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Editorial: Bordering On Lunacy; A Look at Spending Choices

Bill Stenger, the developer and businessman who hopes to eventually bring thousands of new jobs to Vermont’s Northeast Kingdom, also has to concern himself with protecting jobs that already exist. Specifically, he’s worried about the Jay Peak ski resort that he co-owns, which is located just south of the international border. A majority of skiiers at the resort are Canadian, and Stenger is worried that visitors who face long delays at inspection stations when entering the U.S. will stay put in Quebec and do their skiing there.

Under normal circumstances, this would seem to present a very solvable problem. Screening a fairly predictable number of people — even accounting for heightened terrorism-related security concerns — should require little more than reviewing procedures to make them as streamlined as possible and, if need be, hiring additional agents. And considering that trade with our northern neighbor accounted for $616 billion in economic activity last year and with our southern neighbors in Mexico for $493 billion, it’s not hard to make the case for doing what it takes to expedite the movement of people and goods across borders.

Doing what it takes, however, falls well beyond the scope of Congress, which is capable of little more these days than partisan bickering, except in those rare instances when it manages to overcome gridlock and make matters worse. When it comes to easing the flow of cross-border traffic, for example, U.S. Customs and Border Protection was hamstrung by the mandatory spending cuts that kicked in when Congress couldn’t reach an agreement on long-term deficit reduction. In response, the agency announced a pilot program in which it invited communities dependent on cross-border traffic to come up with their own ways of supplementing the funding of border-crossing services.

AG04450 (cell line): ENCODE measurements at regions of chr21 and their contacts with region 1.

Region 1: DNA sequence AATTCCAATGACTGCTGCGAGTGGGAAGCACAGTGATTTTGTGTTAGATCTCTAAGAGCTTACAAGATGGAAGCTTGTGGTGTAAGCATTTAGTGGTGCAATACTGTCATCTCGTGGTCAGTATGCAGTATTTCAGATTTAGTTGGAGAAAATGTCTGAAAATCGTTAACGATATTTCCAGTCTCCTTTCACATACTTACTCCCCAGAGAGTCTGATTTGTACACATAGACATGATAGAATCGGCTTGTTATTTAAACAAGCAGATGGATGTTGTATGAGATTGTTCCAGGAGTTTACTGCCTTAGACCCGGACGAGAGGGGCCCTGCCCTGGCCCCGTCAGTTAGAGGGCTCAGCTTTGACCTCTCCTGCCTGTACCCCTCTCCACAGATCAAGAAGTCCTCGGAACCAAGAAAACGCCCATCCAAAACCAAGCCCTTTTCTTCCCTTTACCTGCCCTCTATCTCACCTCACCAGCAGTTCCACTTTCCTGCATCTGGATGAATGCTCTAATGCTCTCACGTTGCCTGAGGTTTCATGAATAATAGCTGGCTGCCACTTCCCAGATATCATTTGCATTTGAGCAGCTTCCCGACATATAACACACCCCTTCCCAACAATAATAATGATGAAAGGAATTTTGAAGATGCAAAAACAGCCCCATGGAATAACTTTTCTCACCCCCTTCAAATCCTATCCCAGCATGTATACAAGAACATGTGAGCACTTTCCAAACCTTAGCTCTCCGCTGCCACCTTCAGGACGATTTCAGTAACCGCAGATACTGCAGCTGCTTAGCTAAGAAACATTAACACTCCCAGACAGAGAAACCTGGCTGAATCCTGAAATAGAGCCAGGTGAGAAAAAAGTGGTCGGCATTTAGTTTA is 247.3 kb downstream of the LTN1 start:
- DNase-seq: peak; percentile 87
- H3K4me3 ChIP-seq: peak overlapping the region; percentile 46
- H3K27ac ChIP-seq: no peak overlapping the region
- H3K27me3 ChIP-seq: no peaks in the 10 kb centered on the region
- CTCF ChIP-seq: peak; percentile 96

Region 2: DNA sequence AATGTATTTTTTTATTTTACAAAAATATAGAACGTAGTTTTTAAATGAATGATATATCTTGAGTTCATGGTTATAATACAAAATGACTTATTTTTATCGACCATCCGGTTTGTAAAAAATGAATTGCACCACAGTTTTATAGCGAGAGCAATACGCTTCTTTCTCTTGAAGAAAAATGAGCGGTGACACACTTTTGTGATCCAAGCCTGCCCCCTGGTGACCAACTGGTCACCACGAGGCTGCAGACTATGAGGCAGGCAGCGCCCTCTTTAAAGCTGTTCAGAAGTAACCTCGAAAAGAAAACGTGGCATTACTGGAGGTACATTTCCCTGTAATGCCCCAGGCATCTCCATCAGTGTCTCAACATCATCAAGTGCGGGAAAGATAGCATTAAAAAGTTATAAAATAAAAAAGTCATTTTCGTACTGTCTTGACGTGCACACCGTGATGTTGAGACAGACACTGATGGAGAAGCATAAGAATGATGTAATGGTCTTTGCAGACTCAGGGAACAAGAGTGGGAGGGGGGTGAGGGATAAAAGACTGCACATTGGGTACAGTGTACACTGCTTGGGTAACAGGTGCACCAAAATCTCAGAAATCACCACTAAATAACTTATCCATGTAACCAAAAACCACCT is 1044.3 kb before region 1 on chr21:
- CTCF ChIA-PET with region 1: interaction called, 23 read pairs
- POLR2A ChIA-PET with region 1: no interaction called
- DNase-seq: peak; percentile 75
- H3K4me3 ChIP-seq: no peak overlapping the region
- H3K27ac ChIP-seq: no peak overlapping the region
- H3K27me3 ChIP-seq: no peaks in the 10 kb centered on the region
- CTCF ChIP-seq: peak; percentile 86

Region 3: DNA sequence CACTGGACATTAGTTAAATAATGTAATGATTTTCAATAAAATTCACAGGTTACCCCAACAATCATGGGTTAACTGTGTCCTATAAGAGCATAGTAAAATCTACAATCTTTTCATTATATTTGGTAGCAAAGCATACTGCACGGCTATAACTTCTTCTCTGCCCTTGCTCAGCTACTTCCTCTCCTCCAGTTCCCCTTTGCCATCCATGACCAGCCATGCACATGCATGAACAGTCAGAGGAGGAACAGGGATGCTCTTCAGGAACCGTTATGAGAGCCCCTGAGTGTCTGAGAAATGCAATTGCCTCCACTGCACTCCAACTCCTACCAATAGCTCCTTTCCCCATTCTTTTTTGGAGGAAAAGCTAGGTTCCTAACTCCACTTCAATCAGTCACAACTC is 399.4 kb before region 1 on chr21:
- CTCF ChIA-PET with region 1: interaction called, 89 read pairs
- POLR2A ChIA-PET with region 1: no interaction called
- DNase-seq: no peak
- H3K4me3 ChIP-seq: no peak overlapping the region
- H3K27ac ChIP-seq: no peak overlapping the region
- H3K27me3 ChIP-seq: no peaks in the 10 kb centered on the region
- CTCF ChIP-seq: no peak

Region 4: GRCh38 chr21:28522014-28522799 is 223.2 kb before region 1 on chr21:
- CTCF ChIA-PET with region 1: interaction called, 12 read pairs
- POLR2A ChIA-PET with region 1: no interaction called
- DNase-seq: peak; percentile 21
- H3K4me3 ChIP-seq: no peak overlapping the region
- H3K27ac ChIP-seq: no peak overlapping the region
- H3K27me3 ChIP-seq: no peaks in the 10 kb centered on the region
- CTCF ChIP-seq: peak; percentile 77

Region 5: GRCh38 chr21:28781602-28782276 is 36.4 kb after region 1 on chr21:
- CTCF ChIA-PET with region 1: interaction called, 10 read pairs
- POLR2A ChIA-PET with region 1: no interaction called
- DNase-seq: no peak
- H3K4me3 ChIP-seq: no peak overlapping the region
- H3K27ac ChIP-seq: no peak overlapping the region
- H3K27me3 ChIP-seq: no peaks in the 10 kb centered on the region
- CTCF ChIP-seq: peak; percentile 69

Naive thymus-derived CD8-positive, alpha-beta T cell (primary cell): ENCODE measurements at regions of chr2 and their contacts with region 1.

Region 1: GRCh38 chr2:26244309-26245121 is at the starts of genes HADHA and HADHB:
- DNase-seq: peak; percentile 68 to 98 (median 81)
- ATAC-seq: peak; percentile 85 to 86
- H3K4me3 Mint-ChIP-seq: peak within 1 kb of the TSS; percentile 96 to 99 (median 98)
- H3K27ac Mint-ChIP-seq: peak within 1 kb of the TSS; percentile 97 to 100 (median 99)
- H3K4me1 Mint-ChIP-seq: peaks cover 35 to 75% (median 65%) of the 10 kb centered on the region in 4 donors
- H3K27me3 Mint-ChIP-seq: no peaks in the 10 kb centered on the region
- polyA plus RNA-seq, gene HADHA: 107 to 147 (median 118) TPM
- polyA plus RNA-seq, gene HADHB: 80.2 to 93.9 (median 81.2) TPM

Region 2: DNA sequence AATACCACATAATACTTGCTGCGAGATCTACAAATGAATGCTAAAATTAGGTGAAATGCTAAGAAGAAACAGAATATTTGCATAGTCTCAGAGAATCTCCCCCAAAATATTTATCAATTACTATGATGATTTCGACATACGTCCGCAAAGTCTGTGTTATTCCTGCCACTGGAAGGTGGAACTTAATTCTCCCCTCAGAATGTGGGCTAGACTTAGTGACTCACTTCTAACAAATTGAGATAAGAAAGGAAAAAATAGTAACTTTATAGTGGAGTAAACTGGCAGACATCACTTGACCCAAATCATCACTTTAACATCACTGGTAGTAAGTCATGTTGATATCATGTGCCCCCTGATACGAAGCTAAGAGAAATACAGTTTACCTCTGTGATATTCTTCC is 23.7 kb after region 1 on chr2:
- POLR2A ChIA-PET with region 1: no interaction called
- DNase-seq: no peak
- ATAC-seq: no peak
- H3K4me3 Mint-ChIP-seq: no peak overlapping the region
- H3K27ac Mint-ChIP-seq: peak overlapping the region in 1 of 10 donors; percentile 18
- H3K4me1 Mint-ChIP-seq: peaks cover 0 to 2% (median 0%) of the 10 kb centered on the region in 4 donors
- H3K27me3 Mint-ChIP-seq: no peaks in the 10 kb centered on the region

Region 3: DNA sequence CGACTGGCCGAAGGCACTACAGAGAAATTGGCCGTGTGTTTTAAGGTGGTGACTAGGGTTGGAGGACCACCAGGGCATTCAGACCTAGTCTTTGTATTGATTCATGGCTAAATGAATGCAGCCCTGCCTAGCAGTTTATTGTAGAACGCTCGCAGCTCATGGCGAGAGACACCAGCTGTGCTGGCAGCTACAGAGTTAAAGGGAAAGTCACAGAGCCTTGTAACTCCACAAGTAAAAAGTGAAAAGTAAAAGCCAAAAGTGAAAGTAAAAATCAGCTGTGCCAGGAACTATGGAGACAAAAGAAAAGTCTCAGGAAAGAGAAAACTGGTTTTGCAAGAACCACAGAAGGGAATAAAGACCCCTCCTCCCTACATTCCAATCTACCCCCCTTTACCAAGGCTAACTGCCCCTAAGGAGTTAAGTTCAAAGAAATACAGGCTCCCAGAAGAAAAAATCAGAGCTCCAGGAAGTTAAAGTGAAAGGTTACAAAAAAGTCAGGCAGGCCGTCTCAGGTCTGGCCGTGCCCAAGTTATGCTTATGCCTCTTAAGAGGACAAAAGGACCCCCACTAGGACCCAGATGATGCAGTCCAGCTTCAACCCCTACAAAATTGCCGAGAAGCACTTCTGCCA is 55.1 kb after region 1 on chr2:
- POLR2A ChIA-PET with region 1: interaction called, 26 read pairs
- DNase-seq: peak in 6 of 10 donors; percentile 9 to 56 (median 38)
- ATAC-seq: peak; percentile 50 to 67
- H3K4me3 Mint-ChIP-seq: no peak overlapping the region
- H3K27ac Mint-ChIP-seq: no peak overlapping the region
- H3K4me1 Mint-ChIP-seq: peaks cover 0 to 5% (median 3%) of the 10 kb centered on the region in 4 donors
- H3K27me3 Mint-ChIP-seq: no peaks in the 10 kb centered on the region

Stenger has offered to pay for extra staffing on weekends and holidays, which he figures will cost about $1,000 a day.

“I’m willing to buck up and help pay for it to help them do the job that I know that they want to do but they just haven’t had the resources to do it,” he said. Five such proposals are expected to be chosen around the country for the pilot project.

At a time when the budget deficit has reached worrisome levels, some might be tempted to applaud Congress for having the good sense to underfund services and thereby coerce those who need those services to volunteer to pick up some of the tab. Hold the applause. It’s hard to figure out exactly what Congress has in mind, but reduced spending certainly isn’t it.

At the same time Stenger is volunteering to help fund additional inspectors because Congress has forced the agency to cut back spending, the Senate voted to spend billions to hire agents to patrol the borders and stop people who are attempting to enter the country illegally. The provision, which was added to the immigration reform bill to appease a handful of hold-out Republican senators, would result in the hiring of as many as 20,000 agents if the House concurs. None of that money would be available where it’s clearly needed — at border crossings serving legal visitors — because all of it has been earmarked for the Border Patrol, which is regarded by many as already overstaffed. (Its budget quadrupled in the 1990s and then tripled in the 2000s.)

Is throwing extravagant amounts of money at programs that don’t need it any better than taking it away from services that are desperately needed? Those who wish to ponder that question might consider House Republicans’ recent passage of a farm bill that strips funding for the food stamp program that serves hungry people while preserving various subsidies for powerful agricultural interests.

Recent surveys indicate that Americans have a more favorable impression of communism than they do of Congress, although our elected representatives still hold a slim lead over North Korea. The gang in Pyongyang must be feeling increasingly confident about their chances of climbing up a notch.